piety and learning, or from charitable mo-
tives, fell in one common ruin. The demo-
lition of the public edifices gratified the bar-
barous zeal of the reformers, and the fpoils

of



of the revenues their avarice. On the efta-
blifliment of the Reformation, the citizens,
accordingly, made loud complaint of the in-
creafmg number of poor, and the ruinous ftate
of fchools. To fatisfy and flop their juft cla-
mours, Queen Mary beftowed upon them all
the houfes belonging to any of the religious
foundations in Edinburgh, with the lands,
and other revenues appertaining to them, in
any part of the kingdom. This grant was
confirmed by James VI. who alfo beftowed
on them the privilege of creeling fchools and
colleges, for the propagation of fcience, and
of applying the funds beftowed on them by
his mother, Queen Mary, to the building of
houfes for the accommodation of profefTors
and ftudents. All the grants made by James
VI. in favour of the univerfity, were ratified
by parliament ; and all immunities and pri-
vileges beftowed upon it, that were enjoyed
by any college in the kingdom. The town-
council of Edinburgh, the abfolute patrons
and governors of this univerfity, cannot only

infti-



( 3 20 )

inftitute new profeflbrfhips, and elect pro-
feffors, but depofe them alfo; the forma-
lity, but not the juftice of their proceed-
ings, being liable to review,

There never was in the Univerfity of Edin-
burgh an officer fimilar to that of Chancellor
in other univerfities, which is commonly be-
frowed by the profeffors on fome nobleman of
dirtinction, who is a patron of letters, by
way of compliment. There was, however,
in the College of Edinburgh, a Rector ; but
that magiftrate by no means enjoyed the ex-
tenfive jurifdiction annexed to the office in
other univerfities. At the Reiteration, the
itudents at the Univerfity of Edinburgh ap-
pear to have been much tainted with the
fanatic principles of the covenanters : but
fince the reign of William, all difputes of the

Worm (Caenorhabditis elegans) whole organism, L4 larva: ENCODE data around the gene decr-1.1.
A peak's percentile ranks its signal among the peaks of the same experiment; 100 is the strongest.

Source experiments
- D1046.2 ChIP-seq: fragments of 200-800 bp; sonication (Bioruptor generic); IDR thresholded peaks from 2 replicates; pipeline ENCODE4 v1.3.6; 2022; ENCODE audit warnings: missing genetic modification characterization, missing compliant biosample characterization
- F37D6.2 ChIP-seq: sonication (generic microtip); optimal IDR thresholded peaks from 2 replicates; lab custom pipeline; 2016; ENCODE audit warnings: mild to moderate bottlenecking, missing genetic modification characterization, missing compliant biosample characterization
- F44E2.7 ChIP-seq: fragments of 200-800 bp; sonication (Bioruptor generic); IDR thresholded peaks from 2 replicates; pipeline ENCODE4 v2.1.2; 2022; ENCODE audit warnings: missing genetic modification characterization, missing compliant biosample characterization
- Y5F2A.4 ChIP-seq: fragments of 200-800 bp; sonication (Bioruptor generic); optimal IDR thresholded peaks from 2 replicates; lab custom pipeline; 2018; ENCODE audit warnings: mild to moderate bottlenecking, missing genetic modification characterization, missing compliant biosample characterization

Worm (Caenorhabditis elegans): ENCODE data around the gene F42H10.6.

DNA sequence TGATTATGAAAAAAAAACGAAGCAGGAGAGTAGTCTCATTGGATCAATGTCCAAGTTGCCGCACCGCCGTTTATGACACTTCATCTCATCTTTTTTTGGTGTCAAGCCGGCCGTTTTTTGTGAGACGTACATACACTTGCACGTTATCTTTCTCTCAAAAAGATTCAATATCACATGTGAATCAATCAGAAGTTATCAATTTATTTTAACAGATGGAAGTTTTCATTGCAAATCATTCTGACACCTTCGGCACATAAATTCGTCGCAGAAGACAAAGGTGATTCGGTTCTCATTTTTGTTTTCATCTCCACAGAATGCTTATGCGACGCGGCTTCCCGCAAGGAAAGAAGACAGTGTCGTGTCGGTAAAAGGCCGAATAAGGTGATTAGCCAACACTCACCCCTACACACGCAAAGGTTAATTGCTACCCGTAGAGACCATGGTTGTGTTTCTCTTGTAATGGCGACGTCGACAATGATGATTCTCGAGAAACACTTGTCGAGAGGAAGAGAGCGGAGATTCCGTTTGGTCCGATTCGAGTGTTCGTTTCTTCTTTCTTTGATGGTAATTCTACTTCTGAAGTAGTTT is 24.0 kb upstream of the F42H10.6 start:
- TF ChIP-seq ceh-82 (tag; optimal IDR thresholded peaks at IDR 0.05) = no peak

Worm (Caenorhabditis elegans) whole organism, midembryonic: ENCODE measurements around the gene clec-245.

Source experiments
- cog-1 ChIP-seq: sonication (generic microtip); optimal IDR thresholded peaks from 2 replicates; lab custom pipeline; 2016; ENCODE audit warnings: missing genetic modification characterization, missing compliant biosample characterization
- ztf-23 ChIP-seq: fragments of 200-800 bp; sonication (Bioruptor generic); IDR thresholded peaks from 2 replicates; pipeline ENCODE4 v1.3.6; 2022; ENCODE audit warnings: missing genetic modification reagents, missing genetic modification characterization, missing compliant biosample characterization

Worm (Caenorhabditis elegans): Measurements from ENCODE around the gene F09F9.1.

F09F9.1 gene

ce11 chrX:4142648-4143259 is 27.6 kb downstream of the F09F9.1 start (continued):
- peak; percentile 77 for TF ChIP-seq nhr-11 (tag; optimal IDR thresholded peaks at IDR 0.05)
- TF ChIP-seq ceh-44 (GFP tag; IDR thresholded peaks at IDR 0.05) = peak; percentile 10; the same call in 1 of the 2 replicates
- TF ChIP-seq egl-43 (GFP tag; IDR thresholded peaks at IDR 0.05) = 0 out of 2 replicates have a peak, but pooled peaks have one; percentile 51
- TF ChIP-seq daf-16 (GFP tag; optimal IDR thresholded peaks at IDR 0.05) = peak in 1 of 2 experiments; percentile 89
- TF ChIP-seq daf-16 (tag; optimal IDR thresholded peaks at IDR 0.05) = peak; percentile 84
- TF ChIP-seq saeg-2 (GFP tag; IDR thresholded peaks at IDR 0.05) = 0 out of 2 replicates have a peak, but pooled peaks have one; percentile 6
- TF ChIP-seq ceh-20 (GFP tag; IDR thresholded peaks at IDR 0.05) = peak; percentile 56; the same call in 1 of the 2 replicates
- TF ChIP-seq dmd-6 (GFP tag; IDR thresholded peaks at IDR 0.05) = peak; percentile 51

religious kind have ceafed, and the fole object
of conteft and emulation is advancement in
knowledge. Cherifhed by the munificence
of her fovereign, and by the faithful care
and attention of the magistrates of Edin-
burgh, the univerfity has been daily be-
coming



( 3 21 )

coming a more extenfive feminary of learn-
ing. New profefTorfhips have been infti-
tuted, as men of eminence appeared qua-
lified to inftruct youth in the different
branches of fcience, and in the faculty of
medicine. From fome titular profeflbrs, with-
out lectures or frudents, Edinburgh has rifen
to be perhaps the firft medical fchool in Eu-
rope. The number of fcholars, in the dif-
ferent profeffions, or who are fludying phi-
lofophy and languages, annually reforting to
this feminary of learning, have of late
amounted to a thoufand, of whom about four
hundred are purfuing the fludy of medicine.

The different profefTors are clafTed into
four faculties, thofe of theology, law, medi-
cine, and arts.

There is alfo at Edinburgh a grammar-
fchool, commonly called the High School.
It has gone through many changes and revo-
lutions 5 but is, at this prefent time, a moil
refpeftable feminary of learning. The build-
ing is extenfive and good, being in length,.

X from



from fouth to north, one hundred and twenty
feet, and in breadth from thirty- fix to thirty-
eight, and the whole furroundedwith walls.
With refpect to what is of moft importance
in the Scotch metropolis, the ftate of fociety
and manners, they may be confidered under
the different particulars by which they feem
to be moft materially influenced. Thefe are,
firft, the perfons that refort to it. Secondly,
the courts of jufEce. Thirdly, the uni-
verfity. And Fourthly, the ftate of religion.
People come to Edinburgh on three dif-
ferent accounts : bufmefs, amufement, and
education. The character of men of bu-
finefs, whofe immediate object is gain, and
the advancement of their fortune, is, in all
countries, nearly the fame, and varied only
by perfonal character. It may be obferved,
that, as the offices of drudgery and of labour,
that require not any fkill, are generally per-
formed in London by Irifhmen, and Welch
people of both fexes ; fo all fuch inferior de-
partments are filled in Edinburgh by High-
landers.



( 3 2 3 )

landers. The rifmg generation acquire more
enlarged views than their fathers, and ilrike
into other paths of life : fo that there is a
conftant influx of ftout healthy men from
the mountainous country into Edinburgh,
as well as into other cities of note in Scot-
land, to fupply the places of porters, barrow-
men, chairmen, and fuch like. It is alfo
Highlanders, chiefly, that compofe the city-
guard of Edinburgh, The refort of High-
landers to the Scottifh metropolis is fo great,
that there is a chapel, where divine fervice
is performed in the Erfe language. The
Highlanders naturally afibciate with one
another, and live chiefly together, as a dif-